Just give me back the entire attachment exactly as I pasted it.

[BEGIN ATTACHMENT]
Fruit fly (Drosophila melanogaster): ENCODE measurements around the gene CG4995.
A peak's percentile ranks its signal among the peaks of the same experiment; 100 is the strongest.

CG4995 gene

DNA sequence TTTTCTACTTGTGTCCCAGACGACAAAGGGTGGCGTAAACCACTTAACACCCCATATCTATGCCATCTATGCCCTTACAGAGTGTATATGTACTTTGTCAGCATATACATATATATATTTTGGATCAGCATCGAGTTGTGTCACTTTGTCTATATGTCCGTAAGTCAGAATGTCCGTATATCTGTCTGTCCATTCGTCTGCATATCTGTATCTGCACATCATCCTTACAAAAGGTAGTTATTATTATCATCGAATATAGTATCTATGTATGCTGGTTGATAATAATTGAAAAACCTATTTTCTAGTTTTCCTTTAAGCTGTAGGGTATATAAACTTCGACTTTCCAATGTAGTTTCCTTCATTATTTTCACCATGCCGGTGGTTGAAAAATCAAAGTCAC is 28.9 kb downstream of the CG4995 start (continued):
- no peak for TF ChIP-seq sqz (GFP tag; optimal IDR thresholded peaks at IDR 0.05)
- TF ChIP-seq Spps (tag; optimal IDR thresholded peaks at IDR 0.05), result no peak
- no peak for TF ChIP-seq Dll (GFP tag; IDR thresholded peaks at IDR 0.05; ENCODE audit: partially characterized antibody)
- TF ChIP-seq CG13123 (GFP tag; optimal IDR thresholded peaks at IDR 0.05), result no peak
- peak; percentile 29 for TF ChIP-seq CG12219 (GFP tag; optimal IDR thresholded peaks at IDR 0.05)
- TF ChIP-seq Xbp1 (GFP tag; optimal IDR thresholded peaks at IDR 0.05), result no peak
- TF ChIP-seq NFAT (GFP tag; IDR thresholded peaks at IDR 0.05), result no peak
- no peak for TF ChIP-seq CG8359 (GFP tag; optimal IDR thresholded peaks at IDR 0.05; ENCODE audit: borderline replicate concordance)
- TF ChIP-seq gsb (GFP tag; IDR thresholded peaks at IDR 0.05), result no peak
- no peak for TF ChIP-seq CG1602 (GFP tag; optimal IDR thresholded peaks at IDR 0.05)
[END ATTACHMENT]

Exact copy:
Fruit fly (Drosophila melanogaster): ENCODE measurements around the gene CG4995.
A peak's percentile ranks its signal among the peaks of the same experiment; 100 is the strongest.

CG4995 gene

DNA sequence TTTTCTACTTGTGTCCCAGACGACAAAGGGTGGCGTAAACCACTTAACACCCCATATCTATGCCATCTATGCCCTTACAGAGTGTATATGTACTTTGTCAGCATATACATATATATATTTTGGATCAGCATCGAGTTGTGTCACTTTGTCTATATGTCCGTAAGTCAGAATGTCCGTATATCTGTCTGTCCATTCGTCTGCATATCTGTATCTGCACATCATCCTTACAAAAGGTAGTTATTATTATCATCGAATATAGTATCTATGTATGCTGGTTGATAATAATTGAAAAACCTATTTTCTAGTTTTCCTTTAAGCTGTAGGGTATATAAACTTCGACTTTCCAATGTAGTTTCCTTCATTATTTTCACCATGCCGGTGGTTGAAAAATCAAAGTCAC is 28.9 kb downstream of the CG4995 start (continued):
- no peak for TF ChIP-seq sqz (GFP tag; optimal IDR thresholded peaks at IDR 0.05)
- TF ChIP-seq Spps (tag; optimal IDR thresholded peaks at IDR 0.05), result no peak
- no peak for TF ChIP-seq Dll (GFP tag; IDR thresholded peaks at IDR 0.05; ENCODE audit: partially characterized antibody)
- TF ChIP-seq CG13123 (GFP tag; optimal IDR thresholded peaks at IDR 0.05), result no peak
- peak; percentile 29 for TF ChIP-seq CG12219 (GFP tag; optimal IDR thresholded peaks at IDR 0.05)
- TF ChIP-seq Xbp1 (GFP tag; optimal IDR thresholded peaks at IDR 0.05), result no peak
- TF ChIP-seq NFAT (GFP tag; IDR thresholded peaks at IDR 0.05), result no peak
- no peak for TF ChIP-seq CG8359 (GFP tag; optimal IDR thresholded peaks at IDR 0.05; ENCODE audit: borderline replicate concordance)
- TF ChIP-seq gsb (GFP tag; IDR thresholded peaks at IDR 0.05), result no peak
- no peak for TF ChIP-seq CG1602 (GFP tag; optimal IDR thresholded peaks at IDR 0.05)